In Summer the bee actually cares very little about what the varroa does, as it is mainly focused on the drone brood amongst the small cell bees. Advanced colonies are also regularly cleaning out the mites in the drone cells. But as long as the drone brood is present, there is little desire interfere on the bees side.At the bottom line the Varroa is not the only risk but mainly the consequent diseases.
Erik from Sweden said the bees there were able to survive more then 20.000 mites per hive without becoming victims of the DWV (deformed wing virus). Then they started to treat with acids, and the consequence was that the bees already showed deformations with 1000 to 2000 mites in the hive. We can see that all this has a lot to do with stress and the immune system is greatly affected by the use of chemicals.
The interisting thing is that in spain the resistance to the DWV Virus is increasing (Dr. Fernando Calatayud, biologist, Valancia, spain). There beekeepers are not used to treat mites with organic acids, but in sweden almost exclusively. This means that most probably the use of acids reduce the resistance to the DWV virus. This seems logical when one considers that these eat holes in the exoskeleton of the bee.
Back to the incubation period.
Due to the fact that, within the small cell bees, the mites focus on the drone brood, the breeding time of the bee throughout this time period is only indirectly critical. As the mites are not in the worker brood , it cannot affect on the development of the varroa. But why are there no mites in the worker brood? Because it is aware of the fact that due to the shortened incubation period, it can’t multiply there and prefers the drone brood. (There are other reasons as the limited space in the cell, but this is not so relevant) The drone cells have twice the volume of food than the worker cells, which attracts the mites . Dee Lusby speaks of the pseudo-drone effect and coments that in large cell bees the mites confuse worker brood with drone brood. These cells of the conventional bee are almost as large as the drone of small cell bees and also of the bee Apis cerana, where Varroa indeed comes from.
Dee comments that the cleaning behavior (we call it the baldheaded brood) depends primarily on the number of bees for the necessary work.
There are priorities, or let's say a hierarchy. Feeding the brood is more important than cleaning it, for example.
But because the lifetime of the small cell bee is considerably longer (8-12 weeks) than the one of the large cell bees, we have a lot more bees available for the same amount of work.
And lets imagine all their duties for a moment , breeding, feeding, cleaning cells, quick paint everything with propolis, honey, ventilate, nectar, fetch water, pollen, guarding the entrance etc etc.
This means that the small cell bees get started much earlier with removing the varroa from the infected cells. And this is entirely matching our experience. If we observe small and large cell hives by the same mothers, we see bald-headed brood in the former, and none in the latter. That comes only when it is already too late.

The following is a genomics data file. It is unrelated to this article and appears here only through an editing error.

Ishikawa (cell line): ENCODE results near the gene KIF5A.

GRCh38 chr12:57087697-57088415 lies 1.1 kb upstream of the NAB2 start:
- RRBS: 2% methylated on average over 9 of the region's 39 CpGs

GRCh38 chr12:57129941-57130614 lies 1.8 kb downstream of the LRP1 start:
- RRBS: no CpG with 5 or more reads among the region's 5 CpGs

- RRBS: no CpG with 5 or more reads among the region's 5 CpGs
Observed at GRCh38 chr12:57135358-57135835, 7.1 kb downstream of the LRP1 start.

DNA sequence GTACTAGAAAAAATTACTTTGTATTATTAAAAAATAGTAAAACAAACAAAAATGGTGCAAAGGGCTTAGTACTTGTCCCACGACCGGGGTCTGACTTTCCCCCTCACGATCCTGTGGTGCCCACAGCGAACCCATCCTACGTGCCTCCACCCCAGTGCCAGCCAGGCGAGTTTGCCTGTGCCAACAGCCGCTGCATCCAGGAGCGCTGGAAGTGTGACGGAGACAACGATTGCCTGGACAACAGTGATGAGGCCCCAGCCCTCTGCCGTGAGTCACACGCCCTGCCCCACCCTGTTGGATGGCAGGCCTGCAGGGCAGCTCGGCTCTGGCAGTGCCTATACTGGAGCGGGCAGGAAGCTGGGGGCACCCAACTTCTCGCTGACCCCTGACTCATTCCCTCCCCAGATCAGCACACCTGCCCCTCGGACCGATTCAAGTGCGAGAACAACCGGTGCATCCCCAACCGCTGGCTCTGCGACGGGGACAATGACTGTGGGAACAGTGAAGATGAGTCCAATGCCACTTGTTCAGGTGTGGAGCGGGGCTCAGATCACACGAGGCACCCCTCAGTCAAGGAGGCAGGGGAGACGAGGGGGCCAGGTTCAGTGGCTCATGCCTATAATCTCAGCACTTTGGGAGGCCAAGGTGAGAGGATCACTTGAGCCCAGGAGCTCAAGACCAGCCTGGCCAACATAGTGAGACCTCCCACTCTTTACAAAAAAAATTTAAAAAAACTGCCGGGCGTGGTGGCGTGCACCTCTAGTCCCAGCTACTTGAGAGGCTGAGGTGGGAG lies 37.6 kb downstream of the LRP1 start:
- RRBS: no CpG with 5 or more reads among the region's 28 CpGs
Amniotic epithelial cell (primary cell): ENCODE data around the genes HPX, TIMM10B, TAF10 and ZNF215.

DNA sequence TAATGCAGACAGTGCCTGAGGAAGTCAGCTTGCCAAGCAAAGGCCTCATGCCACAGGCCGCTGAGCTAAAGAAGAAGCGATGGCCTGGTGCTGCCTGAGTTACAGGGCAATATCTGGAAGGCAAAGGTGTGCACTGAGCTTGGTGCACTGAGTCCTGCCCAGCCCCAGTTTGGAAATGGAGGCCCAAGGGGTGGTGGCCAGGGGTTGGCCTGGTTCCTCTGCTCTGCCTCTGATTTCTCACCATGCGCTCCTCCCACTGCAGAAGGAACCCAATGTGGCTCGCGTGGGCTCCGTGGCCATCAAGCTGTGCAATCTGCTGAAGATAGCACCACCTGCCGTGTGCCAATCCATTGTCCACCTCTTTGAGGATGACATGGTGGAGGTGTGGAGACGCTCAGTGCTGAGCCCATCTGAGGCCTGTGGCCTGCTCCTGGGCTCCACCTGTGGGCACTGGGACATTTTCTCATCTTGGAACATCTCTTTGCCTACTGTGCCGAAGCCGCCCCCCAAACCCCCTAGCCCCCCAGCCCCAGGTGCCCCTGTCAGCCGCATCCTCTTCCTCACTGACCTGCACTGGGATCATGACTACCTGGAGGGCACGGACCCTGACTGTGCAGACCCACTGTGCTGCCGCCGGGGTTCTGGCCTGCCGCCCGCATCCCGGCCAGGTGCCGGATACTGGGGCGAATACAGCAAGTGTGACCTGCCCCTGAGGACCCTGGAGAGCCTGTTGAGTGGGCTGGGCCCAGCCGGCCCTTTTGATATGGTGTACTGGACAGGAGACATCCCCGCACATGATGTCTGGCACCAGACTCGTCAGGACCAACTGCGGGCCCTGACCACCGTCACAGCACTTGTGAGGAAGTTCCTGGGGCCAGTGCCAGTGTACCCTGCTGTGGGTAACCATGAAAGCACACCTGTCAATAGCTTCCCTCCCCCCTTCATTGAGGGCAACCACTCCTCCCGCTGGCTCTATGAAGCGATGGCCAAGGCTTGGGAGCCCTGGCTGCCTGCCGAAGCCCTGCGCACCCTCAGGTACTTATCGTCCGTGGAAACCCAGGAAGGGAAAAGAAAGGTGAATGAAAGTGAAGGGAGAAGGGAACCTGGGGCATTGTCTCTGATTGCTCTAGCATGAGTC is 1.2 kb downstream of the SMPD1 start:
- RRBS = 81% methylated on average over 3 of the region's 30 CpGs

Of course we can and must also breed for cleaning, but according our experience, the above-described is far more important and fundamental.
So we can see that we have a much better starting position with small cells and it is then much easier to steer in the right direction with breeding.
Michael Bush made some tests. He bought normal commercial queens of different races and converted part in small cells and the other part on large cells. All small cell hives showed hygienic behavior, of the large-celled bees none did.
Why do small cell bees live longer?
We learned that the bees normally live for 6 weeks in summer. Experience shows that the life of bees living in hives treated with chemicals and acids is considerably shorter.(Dr. Fernando Calatayud, biologist, Valancia, spain)
During the winter months a bee can live over 6 months.
Why so long?
Because they do not get exhausted by a lot of work.
Within the small cell bees we have a much more compact brood nest due to the smaller cell size and also a smaller distance between the honeycombs.
3 frames of Langstroth small cell bees have as many cells as 4 frames of large cell bees.
Thus, the volume of the brood nest is considerably smaller and there are fewer bees to do the same required work.
We now know that today’s problems threatening bee colonies are caused by too much stress. Stess factors are the disease, chemicals in the hive, improperly placed honeycombs, to large cell sizes, bee species that are not adapted to the environment, contaminated wax, too much or too little drone brood, destroyed micro-fauna, beekeeping practices that do not dignify bees, just like queen excluders, swarm prevention, profit-oriented selective breeding, migration, feeding with artificial foods, artificial pollen, syrup etc etc.
And whoever is exposed to too much stress gets sick and his immune system is weakened considerably.
The bees in small cell hives do no longer have to work until absolute exhaustion, because there are far more bees for the same amount of work.They live longer.
The larger the colony gets, the more relaxed is the situation.
Cleaning behavior, VSH, hygienic behavior, bald headed brood is all the same. It is also possible to breed, but not stable. If this were so, we would have been much more successful after the decade-long resistance breeding.
Another interesting observation that I made with my hives, which began to defend themselves against the mites, was that the consistency and the amount of propolis changed. Much much more propolis and incredibly sticky. But only in this transitional period, and later it was back to normal in quantity and quality.